3 Pollutant Removal Benefits BENEFITS Low = <30% Medium = 30-65% High = % Low Med High Suspended Solids Nitrogen Phosphorous Metals Bacteriological Hydrocarbons
4 Bioretention Incorporate shallow landscaped level depressions that temporarily store and readily infiltrate runoff. Includes: Bioretention Cells Stormwater Planters Tree Filters Rain Gardens and Enhanced Rain Gardens
5 Bioretention v. Rain Garden BIORETENTION CELLS: Have an engineered subgrade with engineered soil media, chip, aggregate and subsurface drainage that is usually tied to a storm sewer system. RAIN GARDENS: Rely on existing soil with adequate percolation rates to temporarily pond rainfall runoff. Soils in the bottom of rain gardens can be amended with and engineered soil (compost and/or sand) depending on soil conditions if percolations rates are less than >.5 /hr to 1 -hr. ENHANCED RAIN GARDENS: Temporarily pond water and are enhanced with and engineered soil and subsurface drainage in areas existing soil percolation rates are.5 /hr or less. SEE IOWA RAIN GARDEN DESIGN MANUAL FOR DESIGN AND CONSTRUCTION DETAILS
6 Bioretention Typical Uses Manages water quality runoff volume from residential, commercial, and institutional sites. Drainage area for each cell is typically 0.5 to 2.0 acres. Larger drainage areas should be divided into smaller sub-areas with individual bioretention cells distributed throughout the site. Suitable for landscaped depressional areas such as parking lot islands, road medians, and street right-of-ways.
7 Bioretention Advantage & Benefits Reduce runoff rate and volume from impervious areas; Provide opportunity for infiltration and filtration processes. Good for highly-impervious areas, such as parking lots. Removes fine sediments, heavy metals, nutrients, bacteria, and organics. Reduces thermal pollution from runoff across pavement surfaces. Flexible design options for varying site conditions; subdrain system allows use on sites with limiting soils. Good retrofit opportunities. Flexible landscaping options can provide an aesthetic feature.
8 Bioretention Disadvantages & Limitations High entrance velocities and concentrated flows may need special design considerations. High sediment loads can cause premature failure; upstream [pretreatment] practice is needed. High water table may require special design considerations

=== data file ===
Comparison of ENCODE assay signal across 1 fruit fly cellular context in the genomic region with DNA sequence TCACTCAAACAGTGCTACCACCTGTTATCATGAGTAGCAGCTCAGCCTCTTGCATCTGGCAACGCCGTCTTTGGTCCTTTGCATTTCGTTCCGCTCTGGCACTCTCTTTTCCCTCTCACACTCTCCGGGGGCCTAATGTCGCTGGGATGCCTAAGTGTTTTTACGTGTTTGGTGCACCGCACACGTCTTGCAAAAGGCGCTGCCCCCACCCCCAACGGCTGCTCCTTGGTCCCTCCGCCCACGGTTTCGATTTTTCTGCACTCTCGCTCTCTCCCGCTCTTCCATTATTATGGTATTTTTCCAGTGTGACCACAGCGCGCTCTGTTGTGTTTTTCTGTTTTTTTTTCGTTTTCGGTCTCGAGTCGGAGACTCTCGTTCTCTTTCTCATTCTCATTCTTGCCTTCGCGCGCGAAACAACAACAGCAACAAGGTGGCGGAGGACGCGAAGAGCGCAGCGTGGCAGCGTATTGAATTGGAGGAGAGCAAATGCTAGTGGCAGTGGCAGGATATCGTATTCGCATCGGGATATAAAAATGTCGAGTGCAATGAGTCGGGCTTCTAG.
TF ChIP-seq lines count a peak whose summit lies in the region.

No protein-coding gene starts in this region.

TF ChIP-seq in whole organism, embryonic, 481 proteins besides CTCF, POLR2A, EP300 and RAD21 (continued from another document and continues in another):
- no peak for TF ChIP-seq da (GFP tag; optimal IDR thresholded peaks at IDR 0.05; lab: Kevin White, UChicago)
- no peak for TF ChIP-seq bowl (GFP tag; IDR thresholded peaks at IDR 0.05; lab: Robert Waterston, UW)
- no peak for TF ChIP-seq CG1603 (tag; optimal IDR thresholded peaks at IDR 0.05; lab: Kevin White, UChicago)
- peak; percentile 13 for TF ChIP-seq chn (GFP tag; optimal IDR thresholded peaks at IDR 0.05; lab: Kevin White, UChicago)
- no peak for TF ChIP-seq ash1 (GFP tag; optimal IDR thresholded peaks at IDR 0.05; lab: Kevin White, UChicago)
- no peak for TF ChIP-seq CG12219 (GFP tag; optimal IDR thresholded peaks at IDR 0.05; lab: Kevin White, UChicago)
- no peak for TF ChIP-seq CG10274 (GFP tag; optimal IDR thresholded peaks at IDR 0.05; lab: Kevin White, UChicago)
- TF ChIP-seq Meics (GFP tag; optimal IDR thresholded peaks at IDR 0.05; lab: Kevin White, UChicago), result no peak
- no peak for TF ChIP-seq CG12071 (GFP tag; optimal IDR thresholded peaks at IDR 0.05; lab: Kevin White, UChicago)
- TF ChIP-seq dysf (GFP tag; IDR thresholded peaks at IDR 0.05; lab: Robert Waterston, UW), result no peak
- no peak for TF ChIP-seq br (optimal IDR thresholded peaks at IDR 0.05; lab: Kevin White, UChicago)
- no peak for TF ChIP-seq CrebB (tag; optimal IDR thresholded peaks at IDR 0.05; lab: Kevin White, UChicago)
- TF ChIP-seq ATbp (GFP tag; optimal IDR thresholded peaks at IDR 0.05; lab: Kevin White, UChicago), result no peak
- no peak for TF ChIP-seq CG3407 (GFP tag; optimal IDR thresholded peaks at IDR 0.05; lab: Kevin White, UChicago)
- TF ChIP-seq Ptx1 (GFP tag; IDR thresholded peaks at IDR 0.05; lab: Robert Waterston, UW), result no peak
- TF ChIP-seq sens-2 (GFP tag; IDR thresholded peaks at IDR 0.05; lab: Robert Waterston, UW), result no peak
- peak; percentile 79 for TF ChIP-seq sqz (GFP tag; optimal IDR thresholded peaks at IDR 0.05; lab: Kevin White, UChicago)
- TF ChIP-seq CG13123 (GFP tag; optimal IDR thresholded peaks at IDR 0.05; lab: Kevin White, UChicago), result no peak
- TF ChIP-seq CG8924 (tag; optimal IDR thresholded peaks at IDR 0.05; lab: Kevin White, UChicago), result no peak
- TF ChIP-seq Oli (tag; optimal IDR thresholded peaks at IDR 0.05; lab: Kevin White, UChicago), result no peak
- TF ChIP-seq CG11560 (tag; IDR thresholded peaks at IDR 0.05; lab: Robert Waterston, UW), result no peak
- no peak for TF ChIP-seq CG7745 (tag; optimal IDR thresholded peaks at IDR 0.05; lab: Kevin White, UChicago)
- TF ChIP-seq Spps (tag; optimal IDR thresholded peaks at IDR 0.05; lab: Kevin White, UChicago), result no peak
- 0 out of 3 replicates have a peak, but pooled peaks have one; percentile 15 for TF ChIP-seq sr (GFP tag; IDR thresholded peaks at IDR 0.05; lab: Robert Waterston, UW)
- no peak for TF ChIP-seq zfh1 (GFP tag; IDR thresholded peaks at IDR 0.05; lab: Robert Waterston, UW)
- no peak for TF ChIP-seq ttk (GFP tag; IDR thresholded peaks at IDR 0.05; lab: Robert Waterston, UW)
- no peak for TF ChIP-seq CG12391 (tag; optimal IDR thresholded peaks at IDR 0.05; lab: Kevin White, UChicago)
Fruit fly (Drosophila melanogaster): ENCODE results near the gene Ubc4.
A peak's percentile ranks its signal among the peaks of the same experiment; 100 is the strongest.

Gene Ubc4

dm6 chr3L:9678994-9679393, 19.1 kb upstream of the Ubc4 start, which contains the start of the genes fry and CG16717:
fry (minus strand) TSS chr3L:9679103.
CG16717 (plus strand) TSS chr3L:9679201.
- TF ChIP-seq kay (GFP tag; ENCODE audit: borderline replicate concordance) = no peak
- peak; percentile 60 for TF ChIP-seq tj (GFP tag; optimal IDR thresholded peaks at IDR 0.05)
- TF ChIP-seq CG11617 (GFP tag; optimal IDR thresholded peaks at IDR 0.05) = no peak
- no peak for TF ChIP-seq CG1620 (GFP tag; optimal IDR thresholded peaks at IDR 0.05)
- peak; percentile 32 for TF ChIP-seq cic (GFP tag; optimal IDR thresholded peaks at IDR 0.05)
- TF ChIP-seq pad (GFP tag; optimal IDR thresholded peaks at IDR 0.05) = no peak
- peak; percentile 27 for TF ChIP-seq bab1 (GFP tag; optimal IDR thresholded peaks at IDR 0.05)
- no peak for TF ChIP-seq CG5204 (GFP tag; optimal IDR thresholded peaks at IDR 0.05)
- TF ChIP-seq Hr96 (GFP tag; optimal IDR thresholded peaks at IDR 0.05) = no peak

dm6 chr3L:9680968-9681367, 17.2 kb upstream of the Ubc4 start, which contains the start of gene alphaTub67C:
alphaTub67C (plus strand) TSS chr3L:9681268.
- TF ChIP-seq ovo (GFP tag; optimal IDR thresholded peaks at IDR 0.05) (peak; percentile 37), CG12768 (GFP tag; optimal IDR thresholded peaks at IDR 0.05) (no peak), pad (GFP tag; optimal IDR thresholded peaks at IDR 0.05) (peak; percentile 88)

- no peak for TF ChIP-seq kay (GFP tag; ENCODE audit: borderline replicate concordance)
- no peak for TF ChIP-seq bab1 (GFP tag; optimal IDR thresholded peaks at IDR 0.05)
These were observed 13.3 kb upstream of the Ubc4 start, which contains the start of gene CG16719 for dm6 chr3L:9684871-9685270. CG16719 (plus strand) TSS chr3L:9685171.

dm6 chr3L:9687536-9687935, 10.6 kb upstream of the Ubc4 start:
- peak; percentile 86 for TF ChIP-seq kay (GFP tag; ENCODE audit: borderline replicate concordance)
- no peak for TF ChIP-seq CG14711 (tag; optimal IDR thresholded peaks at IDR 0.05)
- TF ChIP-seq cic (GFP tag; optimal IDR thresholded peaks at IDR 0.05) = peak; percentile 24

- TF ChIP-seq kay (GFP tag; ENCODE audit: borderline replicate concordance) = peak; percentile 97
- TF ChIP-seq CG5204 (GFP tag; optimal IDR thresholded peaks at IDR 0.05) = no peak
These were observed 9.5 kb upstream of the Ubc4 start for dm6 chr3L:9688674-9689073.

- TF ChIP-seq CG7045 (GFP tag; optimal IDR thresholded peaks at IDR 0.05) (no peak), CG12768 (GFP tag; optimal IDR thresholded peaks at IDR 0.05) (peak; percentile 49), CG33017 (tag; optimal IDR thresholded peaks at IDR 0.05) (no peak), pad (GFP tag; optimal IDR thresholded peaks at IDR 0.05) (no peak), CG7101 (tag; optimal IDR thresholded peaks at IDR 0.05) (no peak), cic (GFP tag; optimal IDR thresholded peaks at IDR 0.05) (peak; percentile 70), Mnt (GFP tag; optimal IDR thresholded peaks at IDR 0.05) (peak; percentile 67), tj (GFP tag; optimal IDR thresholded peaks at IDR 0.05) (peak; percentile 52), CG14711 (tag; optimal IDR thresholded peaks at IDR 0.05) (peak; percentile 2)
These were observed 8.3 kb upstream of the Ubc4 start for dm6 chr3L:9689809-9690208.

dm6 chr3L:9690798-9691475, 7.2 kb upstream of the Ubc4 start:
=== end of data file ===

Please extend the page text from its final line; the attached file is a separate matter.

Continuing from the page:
9 Bioretention Cells Newly planted bioretention area with native grasses. Source: Pat Sauer
10 Planning & Design Criteria Local Policy Check with local officials to determine if there are any restrictions, surface water and / or watershed requirements that should be taken into consideration.
11 Planning & Design Criteria Storm Events Bioretention cells manage small storm events (this may include events smaller than the Water Quality event (WQv) or the Channel Protection event (CPv - 1- year event). Refer to Section 2C-6 for additional information about small storms.
12 Planning & Design Criteria Drainage Area Bioretention cells should be applied where impervious surfaces within drainage subareas to each cell are limited to less than 2 acres.
13 Planning & Design Criteria Runoff Quality and Quantity What is the land use that will generate runoff directed to the cell? What is the expected watershed area, and how much of that is expected to be impervious?
14 Initial Design Consideration Setbacks Municipal Well: 100 feet Private well: 50 feet Building foundation: 25 feet Geothermal well field: 20 feet Property line: 5 feet
15 Planning & Design Criteria Location Source Bioretention cells should be placed close to the source of runoff.
16 Planning & Design Criteria Location - Groundwater The bottom of the aggregate layer should have 2 feet of vertical separation from expected high groundwater elevations or bedrock layers.
17 Planning & Design Criteria Location - Inlet Elevations must be carefully worked out to ensure that the desired runoff flow enters the facility.
18 Planning & Design Criteria Decentralized Practices Several smaller bioretention cells can treat more manageable amounts of runoff closer to its source. Use site grading to divert runoff to smaller depressions in open spaces such as parking islands, landscaped areas, etc.
19 Planning & Design Criteria On-line Systems A cell is considered on-line if all runoff from the upstream area enters the practice.
20 Planning & Design Criteria On-Site Integration Stormwater management site integration is a preferred alternative to end-of-pipe BMP design, where feasible.
21 Planning & Design Criteria On-Line Systems May offer possibility to attenuate or detain flows from CPv - need to prevent: Erosive flow velocities near inlets / outlets Deep ponding could compact soil layers Extended drawdown periods affecting existing plants